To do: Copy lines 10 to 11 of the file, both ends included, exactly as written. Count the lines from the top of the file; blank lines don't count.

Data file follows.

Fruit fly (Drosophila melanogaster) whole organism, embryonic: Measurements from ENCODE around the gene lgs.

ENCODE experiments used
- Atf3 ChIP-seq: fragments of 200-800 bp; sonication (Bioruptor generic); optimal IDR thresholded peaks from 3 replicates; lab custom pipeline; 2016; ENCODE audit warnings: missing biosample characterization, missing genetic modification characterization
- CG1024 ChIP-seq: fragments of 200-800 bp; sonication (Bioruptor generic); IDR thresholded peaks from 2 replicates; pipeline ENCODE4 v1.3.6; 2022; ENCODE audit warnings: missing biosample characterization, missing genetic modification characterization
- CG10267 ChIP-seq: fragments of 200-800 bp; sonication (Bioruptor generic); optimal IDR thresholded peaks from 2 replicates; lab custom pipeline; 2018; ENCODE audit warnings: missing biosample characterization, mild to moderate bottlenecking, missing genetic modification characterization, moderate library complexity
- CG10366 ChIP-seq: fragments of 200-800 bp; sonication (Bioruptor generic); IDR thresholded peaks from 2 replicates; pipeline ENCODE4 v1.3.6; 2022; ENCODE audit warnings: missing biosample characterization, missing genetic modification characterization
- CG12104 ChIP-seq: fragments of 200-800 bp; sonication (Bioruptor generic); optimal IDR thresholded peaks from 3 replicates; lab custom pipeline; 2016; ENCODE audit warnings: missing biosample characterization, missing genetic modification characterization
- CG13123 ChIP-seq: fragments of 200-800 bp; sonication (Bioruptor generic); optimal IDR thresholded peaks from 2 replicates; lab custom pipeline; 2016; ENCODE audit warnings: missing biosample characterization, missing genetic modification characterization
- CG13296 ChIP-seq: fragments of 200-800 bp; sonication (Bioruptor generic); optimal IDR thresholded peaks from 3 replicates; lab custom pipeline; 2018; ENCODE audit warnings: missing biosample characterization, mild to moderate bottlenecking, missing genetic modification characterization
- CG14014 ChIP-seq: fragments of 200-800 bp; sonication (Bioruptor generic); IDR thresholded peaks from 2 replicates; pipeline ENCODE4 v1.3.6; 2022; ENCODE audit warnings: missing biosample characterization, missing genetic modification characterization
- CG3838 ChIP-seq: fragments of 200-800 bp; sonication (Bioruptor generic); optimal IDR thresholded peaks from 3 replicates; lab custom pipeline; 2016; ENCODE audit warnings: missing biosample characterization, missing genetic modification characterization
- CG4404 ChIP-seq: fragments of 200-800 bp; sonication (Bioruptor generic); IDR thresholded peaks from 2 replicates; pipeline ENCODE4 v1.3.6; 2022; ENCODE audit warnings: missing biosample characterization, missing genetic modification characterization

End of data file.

- CG14014 ChIP-seq: fragments of 200-800 bp; sonication (Bioruptor generic); IDR thresholded peaks from 2 replicates; pipeline ENCODE4 v1.3.6; 2022; ENCODE audit warnings: missing biosample characterization, missing genetic modification characterization
- CG3838 ChIP-seq: fragments of 200-800 bp; sonication (Bioruptor generic); optimal IDR thresholded peaks from 3 replicates; lab custom pipeline; 2016; ENCODE audit warnings: missing biosample characterization, missing genetic modification characterization